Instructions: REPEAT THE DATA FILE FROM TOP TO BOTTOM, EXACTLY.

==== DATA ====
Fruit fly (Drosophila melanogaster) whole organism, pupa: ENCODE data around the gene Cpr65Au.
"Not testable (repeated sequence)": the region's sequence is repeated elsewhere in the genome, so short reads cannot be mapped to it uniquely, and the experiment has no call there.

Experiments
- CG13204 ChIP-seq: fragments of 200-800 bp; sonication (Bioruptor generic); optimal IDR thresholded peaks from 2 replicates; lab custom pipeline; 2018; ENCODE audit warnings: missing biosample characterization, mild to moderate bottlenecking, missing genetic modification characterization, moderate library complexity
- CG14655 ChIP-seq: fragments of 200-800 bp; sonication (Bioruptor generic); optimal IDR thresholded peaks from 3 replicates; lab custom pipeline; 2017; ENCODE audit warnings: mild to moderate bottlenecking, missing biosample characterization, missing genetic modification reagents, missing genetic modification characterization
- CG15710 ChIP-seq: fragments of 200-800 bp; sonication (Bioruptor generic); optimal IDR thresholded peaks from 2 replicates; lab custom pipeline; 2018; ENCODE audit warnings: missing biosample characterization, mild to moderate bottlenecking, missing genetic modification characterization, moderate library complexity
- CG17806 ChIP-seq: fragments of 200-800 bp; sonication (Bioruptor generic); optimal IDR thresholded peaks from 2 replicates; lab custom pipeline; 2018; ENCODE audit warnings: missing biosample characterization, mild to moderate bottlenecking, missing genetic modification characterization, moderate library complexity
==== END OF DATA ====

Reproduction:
Fruit fly (Drosophila melanogaster) whole organism, pupa: ENCODE data around the gene Cpr65Au.
"Not testable (repeated sequence)": the region's sequence is repeated elsewhere in the genome, so short reads cannot be mapped to it uniquely, and the experiment has no call there.

Experiments
- CG13204 ChIP-seq: fragments of 200-800 bp; sonication (Bioruptor generic); optimal IDR thresholded peaks from 2 replicates; lab custom pipeline; 2018; ENCODE audit warnings: missing biosample characterization, mild to moderate bottlenecking, missing genetic modification characterization, moderate library complexity
- CG14655 ChIP-seq: fragments of 200-800 bp; sonication (Bioruptor generic); optimal IDR thresholded peaks from 3 replicates; lab custom pipeline; 2017; ENCODE audit warnings: mild to moderate bottlenecking, missing biosample characterization, missing genetic modification reagents, missing genetic modification characterization
- CG15710 ChIP-seq: fragments of 200-800 bp; sonication (Bioruptor generic); optimal IDR thresholded peaks from 2 replicates; lab custom pipeline; 2018; ENCODE audit warnings: missing biosample characterization, mild to moderate bottlenecking, missing genetic modification characterization, moderate library complexity
- CG17806 ChIP-seq: fragments of 200-800 bp; sonication (Bioruptor generic); optimal IDR thresholded peaks from 2 replicates; lab custom pipeline; 2018; ENCODE audit warnings: missing biosample characterization, mild to moderate bottlenecking, missing genetic modification characterization, moderate library complexity